25. 25. Note: In a previous IAP AP 101 report of similar analysis of the WAIS-IV, very similar findings and conclusions were noted (can be found at ( www.iqscorner.com )………see next few slides What does the WAIS-IV measure? CHC analysis and beyond Kevin S. McGrew, PhD. Educational & School Psychologist Director Institute for Applied Psychometrics (IAP)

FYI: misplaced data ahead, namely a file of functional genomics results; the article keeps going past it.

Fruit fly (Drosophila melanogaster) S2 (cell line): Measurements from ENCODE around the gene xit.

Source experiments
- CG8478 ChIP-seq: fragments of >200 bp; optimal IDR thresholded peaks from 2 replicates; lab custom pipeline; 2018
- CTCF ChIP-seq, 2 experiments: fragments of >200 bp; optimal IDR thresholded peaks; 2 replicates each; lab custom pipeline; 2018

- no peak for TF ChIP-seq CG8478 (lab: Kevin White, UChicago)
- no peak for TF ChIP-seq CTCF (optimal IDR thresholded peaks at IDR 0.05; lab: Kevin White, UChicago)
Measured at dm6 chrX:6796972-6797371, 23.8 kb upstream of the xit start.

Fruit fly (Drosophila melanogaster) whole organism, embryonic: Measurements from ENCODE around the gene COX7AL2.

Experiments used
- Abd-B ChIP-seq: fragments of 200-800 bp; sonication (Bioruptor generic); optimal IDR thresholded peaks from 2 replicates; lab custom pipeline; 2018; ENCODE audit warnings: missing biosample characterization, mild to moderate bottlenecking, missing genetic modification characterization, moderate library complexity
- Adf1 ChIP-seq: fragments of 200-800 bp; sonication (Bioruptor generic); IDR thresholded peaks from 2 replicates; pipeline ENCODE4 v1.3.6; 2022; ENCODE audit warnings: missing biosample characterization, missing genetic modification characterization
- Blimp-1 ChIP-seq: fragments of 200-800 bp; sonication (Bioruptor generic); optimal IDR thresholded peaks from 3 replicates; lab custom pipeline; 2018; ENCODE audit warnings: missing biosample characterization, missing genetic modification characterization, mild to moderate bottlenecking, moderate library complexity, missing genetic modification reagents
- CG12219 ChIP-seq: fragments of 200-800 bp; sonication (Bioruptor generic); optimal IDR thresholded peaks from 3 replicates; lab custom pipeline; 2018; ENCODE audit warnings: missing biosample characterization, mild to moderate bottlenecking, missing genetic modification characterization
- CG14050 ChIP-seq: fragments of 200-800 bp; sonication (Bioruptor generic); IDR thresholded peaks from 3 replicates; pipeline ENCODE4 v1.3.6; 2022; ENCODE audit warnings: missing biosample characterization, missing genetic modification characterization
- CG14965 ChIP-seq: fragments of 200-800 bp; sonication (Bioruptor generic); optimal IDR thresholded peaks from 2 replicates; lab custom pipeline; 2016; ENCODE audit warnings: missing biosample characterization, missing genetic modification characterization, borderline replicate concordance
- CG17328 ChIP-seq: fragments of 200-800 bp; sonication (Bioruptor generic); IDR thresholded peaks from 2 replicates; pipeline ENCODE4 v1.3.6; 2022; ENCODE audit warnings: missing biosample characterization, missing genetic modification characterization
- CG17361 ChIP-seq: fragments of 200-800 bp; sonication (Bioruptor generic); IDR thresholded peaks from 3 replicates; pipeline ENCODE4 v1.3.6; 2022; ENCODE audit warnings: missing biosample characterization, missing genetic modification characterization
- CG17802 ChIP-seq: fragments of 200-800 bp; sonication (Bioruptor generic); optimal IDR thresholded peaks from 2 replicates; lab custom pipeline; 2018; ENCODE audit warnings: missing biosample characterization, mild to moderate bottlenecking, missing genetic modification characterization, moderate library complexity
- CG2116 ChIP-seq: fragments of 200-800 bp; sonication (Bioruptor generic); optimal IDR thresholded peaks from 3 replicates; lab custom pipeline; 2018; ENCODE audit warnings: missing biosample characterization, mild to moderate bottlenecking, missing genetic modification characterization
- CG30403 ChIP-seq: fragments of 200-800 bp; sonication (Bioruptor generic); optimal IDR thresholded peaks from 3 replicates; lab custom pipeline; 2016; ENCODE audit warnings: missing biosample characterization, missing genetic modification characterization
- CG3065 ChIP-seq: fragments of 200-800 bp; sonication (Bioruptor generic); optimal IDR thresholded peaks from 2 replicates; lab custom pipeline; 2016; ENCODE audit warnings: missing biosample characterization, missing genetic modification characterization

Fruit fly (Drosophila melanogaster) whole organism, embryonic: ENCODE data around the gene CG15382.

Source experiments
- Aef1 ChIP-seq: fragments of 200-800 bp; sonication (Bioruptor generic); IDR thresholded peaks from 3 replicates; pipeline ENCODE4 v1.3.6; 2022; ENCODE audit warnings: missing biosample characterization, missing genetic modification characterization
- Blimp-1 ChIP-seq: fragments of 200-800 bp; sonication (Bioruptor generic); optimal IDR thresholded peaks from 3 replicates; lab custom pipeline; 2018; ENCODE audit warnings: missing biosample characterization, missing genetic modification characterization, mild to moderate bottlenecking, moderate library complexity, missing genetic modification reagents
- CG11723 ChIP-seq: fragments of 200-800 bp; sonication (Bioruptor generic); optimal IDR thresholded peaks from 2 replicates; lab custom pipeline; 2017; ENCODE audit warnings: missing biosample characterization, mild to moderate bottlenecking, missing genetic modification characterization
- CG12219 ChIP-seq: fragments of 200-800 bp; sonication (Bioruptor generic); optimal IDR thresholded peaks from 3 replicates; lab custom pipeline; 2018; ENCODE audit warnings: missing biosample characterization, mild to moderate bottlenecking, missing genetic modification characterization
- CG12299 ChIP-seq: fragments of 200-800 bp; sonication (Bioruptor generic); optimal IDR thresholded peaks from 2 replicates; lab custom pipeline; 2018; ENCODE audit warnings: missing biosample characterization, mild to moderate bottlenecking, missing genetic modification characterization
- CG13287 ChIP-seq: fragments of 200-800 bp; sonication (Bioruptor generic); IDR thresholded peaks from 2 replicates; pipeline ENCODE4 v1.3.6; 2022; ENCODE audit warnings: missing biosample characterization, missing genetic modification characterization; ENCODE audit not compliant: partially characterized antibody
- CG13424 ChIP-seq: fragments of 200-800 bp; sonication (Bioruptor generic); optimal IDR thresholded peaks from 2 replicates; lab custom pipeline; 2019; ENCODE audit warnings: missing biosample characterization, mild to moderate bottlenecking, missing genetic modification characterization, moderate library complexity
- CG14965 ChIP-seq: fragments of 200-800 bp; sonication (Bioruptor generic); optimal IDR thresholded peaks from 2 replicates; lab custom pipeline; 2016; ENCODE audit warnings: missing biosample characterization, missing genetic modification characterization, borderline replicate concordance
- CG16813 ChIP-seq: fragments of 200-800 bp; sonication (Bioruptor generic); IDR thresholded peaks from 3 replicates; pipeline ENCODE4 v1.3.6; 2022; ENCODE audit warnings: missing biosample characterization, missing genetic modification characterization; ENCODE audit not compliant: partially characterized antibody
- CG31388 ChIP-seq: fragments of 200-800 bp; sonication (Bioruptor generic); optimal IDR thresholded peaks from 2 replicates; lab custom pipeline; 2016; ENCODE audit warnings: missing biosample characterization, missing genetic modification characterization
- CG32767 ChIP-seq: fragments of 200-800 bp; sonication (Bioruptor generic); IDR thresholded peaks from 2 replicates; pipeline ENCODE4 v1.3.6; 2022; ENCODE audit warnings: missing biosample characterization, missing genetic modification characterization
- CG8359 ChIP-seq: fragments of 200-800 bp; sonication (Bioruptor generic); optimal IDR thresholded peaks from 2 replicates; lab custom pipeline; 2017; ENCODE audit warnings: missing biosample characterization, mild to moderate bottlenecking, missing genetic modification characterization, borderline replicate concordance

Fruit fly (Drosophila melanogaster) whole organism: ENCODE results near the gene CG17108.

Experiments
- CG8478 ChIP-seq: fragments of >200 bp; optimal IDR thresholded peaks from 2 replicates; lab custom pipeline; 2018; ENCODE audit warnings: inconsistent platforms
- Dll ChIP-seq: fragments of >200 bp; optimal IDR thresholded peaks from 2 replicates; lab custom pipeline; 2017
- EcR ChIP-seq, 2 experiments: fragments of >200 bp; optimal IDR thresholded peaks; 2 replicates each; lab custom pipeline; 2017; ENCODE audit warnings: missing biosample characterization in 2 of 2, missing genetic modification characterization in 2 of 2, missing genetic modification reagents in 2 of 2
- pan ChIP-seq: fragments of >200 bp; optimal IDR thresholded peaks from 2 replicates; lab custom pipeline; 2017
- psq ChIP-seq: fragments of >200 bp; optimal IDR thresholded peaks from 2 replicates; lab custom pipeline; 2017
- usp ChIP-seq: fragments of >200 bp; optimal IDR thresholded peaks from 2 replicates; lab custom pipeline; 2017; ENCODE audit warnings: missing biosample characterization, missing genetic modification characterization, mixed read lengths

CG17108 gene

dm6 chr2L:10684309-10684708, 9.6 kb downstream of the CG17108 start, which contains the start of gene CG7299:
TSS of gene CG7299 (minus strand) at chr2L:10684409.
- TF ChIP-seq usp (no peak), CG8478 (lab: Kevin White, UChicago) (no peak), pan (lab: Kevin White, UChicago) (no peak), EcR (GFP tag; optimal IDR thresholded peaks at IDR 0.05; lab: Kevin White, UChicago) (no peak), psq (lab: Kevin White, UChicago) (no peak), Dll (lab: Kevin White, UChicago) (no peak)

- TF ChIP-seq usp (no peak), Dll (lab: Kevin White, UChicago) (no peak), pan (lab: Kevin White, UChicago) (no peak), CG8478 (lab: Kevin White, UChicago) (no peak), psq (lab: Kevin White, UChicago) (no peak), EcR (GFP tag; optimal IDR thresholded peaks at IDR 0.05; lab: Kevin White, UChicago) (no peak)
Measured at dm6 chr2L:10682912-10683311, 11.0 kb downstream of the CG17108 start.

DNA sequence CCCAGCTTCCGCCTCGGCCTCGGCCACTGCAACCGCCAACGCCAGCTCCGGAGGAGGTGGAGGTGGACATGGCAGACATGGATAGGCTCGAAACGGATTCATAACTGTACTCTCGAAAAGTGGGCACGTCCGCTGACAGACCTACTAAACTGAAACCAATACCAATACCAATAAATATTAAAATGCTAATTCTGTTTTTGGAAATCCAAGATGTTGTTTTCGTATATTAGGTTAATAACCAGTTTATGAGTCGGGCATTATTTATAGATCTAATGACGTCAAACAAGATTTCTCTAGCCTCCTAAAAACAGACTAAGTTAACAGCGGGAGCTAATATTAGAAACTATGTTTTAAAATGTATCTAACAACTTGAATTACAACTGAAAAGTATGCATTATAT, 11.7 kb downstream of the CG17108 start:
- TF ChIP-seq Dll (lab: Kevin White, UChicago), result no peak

26. 26. -3 -1 1 3 -3 -1 1 3 CA SS CD PCM BD DS VP CO VC SI FW AR LN MR IN Short-term memory /working memory (Gsm) – Cognitive Efficiency unspeeded/memory Processing speed (Gs) - Cognitive Efficiency speeded Verbal know & comp (Gc) – Acquired Knowledge or “Product” dominant abilities? Fluid Reasoning (Gf) and Visual-spatial processing (Gv) – Thinking or “Process” dominant abilities ? MDS (Guttman Radex model) of WAIS-IV subtest intercorrelations It is a common practice in MDS analysis to visually partition the MDS spatial configuration into broader dimensions and consider interpretation at a higher-order level. The current WAIS-IV MDS revealed the following hypothesized higher-order structure Note – similar to hand rotation of factors in early days of EFA, K. McGrew took the cross-hair lines and hand rotated them (simultaneosly) until a meaningful pattern emerged. The four-broad dimensions are interpreted as being very similar to the four cognitive domains of Woodcock’s Cognitive Performance Model (CPM ) – see next two slides